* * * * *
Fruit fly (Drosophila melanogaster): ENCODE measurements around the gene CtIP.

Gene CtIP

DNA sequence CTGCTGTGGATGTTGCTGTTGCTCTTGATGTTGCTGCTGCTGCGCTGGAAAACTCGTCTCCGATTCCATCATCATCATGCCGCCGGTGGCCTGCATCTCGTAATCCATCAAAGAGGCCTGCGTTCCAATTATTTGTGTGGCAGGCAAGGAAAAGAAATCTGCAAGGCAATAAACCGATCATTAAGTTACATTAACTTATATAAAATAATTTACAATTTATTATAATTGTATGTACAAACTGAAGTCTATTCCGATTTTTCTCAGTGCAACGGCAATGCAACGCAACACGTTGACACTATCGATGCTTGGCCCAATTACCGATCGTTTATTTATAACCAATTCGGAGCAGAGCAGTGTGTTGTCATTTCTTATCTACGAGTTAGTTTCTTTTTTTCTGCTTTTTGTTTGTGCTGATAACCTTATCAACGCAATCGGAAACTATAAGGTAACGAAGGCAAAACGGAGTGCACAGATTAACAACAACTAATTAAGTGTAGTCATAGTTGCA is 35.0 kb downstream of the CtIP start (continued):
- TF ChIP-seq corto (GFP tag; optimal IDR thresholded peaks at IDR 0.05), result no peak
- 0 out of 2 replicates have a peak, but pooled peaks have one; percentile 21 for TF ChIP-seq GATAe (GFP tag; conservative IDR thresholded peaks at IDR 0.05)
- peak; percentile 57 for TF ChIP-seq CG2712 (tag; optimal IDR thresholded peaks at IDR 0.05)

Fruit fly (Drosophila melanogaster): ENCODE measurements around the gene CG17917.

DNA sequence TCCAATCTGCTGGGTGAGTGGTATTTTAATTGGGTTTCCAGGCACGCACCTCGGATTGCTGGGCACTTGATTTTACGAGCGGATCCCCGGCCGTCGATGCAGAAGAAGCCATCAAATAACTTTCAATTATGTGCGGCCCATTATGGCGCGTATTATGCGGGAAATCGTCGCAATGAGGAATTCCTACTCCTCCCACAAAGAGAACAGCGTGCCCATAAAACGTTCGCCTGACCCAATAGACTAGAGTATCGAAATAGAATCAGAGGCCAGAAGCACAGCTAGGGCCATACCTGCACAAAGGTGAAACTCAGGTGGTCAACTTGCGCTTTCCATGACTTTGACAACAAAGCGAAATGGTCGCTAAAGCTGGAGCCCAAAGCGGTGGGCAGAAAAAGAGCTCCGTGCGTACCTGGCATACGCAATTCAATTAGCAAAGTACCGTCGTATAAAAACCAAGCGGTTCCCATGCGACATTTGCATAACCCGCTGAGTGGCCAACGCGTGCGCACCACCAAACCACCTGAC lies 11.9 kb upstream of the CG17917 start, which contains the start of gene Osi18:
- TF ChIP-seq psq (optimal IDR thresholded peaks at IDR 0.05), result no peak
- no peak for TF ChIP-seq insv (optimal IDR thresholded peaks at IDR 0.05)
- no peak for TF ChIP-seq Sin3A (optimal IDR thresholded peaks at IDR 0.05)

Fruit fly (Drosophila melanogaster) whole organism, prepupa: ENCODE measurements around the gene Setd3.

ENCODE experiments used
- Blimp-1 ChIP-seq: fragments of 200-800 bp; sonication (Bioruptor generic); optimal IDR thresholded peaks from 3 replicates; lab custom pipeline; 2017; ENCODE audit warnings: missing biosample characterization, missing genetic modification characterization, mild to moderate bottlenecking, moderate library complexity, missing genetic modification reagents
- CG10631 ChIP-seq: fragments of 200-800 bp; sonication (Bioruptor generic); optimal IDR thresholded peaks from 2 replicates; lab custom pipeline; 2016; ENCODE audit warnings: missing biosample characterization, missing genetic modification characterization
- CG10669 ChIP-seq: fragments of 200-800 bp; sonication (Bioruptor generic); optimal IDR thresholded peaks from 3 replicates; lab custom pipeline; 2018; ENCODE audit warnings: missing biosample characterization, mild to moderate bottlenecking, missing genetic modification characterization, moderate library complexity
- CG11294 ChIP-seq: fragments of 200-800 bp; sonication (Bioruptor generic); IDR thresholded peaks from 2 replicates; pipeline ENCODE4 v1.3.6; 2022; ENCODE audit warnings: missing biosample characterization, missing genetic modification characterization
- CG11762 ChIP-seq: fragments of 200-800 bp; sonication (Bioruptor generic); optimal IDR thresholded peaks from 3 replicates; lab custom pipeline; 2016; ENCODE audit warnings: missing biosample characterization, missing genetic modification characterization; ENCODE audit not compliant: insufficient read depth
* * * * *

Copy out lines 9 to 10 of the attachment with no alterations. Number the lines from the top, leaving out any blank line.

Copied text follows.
- TF ChIP-seq psq (optimal IDR thresholded peaks at IDR 0.05), result no peak
- no peak for TF ChIP-seq insv (optimal IDR thresholded peaks at IDR 0.05)